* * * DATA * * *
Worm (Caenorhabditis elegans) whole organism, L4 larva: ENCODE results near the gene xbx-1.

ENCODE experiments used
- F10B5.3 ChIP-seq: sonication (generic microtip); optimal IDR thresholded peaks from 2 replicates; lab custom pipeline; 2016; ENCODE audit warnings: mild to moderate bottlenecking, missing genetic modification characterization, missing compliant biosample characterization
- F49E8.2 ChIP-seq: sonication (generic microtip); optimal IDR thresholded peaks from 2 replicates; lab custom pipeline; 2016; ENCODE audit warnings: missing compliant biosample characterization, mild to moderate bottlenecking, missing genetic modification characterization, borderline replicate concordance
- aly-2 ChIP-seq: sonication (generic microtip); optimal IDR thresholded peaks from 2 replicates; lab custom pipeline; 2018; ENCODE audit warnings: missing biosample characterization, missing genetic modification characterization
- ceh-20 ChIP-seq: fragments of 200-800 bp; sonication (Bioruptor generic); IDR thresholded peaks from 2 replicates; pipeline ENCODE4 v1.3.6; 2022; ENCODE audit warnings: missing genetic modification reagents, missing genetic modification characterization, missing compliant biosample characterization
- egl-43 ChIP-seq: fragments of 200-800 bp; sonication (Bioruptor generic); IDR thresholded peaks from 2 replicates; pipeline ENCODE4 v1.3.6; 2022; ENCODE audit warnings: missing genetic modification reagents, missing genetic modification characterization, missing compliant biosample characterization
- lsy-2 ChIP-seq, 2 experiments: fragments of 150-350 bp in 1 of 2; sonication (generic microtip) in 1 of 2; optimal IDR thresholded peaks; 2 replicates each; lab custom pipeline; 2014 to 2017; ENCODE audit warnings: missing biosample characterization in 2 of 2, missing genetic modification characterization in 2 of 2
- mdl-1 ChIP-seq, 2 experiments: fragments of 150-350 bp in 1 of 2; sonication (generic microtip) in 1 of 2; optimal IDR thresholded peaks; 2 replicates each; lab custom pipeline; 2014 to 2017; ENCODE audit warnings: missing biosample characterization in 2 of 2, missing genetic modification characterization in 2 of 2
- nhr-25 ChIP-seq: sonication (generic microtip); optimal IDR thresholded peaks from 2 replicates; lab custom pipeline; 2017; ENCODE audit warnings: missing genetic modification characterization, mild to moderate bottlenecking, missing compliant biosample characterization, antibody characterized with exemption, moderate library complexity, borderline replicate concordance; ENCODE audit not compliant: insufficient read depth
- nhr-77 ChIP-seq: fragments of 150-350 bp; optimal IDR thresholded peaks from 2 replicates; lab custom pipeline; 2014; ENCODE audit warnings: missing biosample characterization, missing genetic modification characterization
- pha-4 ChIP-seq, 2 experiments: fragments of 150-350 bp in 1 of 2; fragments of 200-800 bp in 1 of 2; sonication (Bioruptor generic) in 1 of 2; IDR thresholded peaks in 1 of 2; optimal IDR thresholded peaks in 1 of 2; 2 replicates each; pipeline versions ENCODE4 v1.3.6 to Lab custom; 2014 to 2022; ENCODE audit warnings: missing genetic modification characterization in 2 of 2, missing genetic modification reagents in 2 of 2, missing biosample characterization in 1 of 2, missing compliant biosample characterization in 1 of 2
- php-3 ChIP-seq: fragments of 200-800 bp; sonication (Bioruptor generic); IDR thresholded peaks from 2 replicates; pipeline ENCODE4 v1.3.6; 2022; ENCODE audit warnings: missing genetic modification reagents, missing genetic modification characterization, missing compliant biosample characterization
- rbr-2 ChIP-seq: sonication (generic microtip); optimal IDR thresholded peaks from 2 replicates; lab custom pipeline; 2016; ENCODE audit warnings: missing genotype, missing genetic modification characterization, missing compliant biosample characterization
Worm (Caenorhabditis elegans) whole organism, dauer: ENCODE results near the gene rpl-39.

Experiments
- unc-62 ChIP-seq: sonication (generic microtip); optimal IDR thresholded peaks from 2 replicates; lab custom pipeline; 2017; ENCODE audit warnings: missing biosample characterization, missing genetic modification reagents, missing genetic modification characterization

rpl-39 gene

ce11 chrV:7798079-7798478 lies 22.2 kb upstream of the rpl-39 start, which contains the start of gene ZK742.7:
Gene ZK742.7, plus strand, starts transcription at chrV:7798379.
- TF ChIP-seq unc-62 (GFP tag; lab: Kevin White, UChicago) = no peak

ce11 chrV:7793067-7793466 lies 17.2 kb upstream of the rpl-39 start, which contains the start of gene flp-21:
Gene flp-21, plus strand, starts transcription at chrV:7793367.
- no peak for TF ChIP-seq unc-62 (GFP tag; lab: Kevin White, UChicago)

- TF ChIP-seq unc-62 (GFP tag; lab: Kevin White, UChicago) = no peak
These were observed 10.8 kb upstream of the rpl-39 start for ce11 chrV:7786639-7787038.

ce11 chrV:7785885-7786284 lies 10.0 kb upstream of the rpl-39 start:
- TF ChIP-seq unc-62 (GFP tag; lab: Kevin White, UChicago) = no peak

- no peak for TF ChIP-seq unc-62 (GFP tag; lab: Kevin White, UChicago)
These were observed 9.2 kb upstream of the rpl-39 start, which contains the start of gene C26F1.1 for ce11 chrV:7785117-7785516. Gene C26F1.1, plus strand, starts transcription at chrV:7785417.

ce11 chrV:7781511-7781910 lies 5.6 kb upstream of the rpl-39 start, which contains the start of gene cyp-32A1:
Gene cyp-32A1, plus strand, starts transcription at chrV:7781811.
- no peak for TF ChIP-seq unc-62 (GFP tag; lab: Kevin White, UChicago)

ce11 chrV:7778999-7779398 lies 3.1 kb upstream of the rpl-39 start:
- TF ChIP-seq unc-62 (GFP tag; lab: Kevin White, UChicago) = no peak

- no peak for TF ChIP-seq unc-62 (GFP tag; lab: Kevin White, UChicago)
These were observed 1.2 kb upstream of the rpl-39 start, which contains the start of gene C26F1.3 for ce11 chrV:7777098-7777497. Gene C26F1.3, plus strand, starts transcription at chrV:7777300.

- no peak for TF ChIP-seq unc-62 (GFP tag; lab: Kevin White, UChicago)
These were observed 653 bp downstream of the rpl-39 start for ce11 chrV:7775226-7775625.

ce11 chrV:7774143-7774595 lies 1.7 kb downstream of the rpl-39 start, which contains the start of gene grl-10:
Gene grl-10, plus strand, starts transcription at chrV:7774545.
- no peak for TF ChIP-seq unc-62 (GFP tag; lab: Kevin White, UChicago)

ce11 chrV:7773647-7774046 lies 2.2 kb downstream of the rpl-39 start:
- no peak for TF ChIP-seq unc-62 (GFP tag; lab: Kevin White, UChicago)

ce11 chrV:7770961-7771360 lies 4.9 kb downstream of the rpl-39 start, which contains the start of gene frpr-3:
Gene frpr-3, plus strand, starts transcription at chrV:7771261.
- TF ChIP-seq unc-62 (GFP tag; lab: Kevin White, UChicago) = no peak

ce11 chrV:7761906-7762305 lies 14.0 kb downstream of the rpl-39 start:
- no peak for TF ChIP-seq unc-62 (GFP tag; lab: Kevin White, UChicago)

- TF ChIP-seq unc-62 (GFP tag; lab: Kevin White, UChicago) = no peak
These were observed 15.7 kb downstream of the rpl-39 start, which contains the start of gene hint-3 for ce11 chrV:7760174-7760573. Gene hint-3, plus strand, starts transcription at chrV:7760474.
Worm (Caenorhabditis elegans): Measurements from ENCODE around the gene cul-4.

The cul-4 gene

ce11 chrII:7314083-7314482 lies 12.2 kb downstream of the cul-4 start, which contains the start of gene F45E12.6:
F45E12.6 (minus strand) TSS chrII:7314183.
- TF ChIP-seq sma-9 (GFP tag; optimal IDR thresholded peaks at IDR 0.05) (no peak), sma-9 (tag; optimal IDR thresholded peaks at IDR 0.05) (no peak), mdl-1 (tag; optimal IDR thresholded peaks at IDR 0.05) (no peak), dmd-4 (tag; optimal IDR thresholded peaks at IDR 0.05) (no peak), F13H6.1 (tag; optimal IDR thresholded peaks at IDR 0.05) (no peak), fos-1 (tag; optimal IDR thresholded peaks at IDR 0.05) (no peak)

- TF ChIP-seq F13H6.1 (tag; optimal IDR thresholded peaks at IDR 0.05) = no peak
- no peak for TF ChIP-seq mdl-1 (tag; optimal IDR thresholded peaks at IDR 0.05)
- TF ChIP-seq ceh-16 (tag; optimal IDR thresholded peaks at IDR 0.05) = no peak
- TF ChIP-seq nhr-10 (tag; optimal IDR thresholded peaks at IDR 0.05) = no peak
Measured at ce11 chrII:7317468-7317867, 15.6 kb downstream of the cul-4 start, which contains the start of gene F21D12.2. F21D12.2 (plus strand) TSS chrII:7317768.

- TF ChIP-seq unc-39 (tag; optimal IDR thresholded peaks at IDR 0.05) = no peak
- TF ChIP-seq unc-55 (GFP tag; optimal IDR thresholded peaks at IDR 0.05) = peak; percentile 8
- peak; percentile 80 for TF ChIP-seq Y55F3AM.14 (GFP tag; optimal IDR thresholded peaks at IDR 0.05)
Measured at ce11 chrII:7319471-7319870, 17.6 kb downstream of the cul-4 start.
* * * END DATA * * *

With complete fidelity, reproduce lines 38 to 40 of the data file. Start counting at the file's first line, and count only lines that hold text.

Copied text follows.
- no peak for TF ChIP-seq unc-62 (GFP tag; lab: Kevin White, UChicago)
These were observed 653 bp downstream of the rpl-39 start for ce11 chrV:7775226-7775625.

ce11 chrV:7774143-7774595 lies 1.7 kb downstream of the rpl-39 start, which contains the start of gene grl-10: